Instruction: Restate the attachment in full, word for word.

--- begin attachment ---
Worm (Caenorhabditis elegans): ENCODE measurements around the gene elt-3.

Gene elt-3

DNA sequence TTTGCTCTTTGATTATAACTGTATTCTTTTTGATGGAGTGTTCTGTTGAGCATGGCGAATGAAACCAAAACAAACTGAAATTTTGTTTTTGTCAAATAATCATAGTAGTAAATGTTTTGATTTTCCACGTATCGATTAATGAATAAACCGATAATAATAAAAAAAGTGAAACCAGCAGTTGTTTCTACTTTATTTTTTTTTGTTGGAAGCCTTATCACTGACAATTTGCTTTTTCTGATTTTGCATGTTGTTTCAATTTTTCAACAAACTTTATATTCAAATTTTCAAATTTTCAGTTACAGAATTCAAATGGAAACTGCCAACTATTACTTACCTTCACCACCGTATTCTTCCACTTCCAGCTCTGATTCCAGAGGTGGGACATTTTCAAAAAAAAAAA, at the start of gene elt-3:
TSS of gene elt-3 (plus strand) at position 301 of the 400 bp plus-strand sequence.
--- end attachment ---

Worm (Caenorhabditis elegans): ENCODE measurements around the gene elt-3.

Gene elt-3

DNA sequence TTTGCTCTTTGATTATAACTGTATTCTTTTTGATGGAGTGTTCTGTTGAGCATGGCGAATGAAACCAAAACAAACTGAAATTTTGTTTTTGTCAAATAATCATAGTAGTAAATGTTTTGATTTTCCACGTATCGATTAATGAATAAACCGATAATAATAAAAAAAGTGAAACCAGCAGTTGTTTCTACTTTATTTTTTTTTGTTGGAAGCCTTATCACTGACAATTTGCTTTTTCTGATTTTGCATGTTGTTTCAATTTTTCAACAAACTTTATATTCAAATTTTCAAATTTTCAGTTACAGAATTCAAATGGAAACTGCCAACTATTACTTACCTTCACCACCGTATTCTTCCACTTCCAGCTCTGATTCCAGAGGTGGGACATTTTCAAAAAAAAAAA, at the start of gene elt-3:
TSS of gene elt-3 (plus strand) at position 301 of the 400 bp plus-strand sequence.